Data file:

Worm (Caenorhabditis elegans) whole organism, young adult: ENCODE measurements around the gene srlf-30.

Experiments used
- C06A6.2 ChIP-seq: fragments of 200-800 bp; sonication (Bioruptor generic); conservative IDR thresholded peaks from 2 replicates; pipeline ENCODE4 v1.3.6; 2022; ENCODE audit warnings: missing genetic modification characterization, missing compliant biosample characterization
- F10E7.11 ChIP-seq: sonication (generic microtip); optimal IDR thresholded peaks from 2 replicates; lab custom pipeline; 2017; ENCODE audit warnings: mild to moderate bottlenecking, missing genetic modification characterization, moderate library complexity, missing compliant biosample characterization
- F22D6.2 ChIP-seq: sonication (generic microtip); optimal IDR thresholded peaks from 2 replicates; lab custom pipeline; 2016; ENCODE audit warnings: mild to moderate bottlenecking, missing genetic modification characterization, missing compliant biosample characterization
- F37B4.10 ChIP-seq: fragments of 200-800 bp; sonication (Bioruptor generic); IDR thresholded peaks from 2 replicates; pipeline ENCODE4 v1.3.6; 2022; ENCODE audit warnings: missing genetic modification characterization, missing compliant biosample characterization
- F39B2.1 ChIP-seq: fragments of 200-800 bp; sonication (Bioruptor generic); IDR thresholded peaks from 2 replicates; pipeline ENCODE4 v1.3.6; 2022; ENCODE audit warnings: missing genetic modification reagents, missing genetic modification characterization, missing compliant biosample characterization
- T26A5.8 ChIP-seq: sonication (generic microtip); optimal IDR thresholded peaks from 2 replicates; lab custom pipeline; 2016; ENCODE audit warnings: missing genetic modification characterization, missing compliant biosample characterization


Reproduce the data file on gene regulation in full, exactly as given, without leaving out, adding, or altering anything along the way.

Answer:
Worm (Caenorhabditis elegans) whole organism, young adult: ENCODE measurements around the gene srlf-30.

Experiments used
- C06A6.2 ChIP-seq: fragments of 200-800 bp; sonication (Bioruptor generic); conservative IDR thresholded peaks from 2 replicates; pipeline ENCODE4 v1.3.6; 2022; ENCODE audit warnings: missing genetic modification characterization, missing compliant biosample characterization
- F10E7.11 ChIP-seq: sonication (generic microtip); optimal IDR thresholded peaks from 2 replicates; lab custom pipeline; 2017; ENCODE audit warnings: mild to moderate bottlenecking, missing genetic modification characterization, moderate library complexity, missing compliant biosample characterization
- F22D6.2 ChIP-seq: sonication (generic microtip); optimal IDR thresholded peaks from 2 replicates; lab custom pipeline; 2016; ENCODE audit warnings: mild to moderate bottlenecking, missing genetic modification characterization, missing compliant biosample characterization
- F37B4.10 ChIP-seq: fragments of 200-800 bp; sonication (Bioruptor generic); IDR thresholded peaks from 2 replicates; pipeline ENCODE4 v1.3.6; 2022; ENCODE audit warnings: missing genetic modification characterization, missing compliant biosample characterization
- F39B2.1 ChIP-seq: fragments of 200-800 bp; sonication (Bioruptor generic); IDR thresholded peaks from 2 replicates; pipeline ENCODE4 v1.3.6; 2022; ENCODE audit warnings: missing genetic modification reagents, missing genetic modification characterization, missing compliant biosample characterization
- T26A5.8 ChIP-seq: sonication (generic microtip); optimal IDR thresholded peaks from 2 replicates; lab custom pipeline; 2016; ENCODE audit warnings: missing genetic modification characterization, missing compliant biosample characterization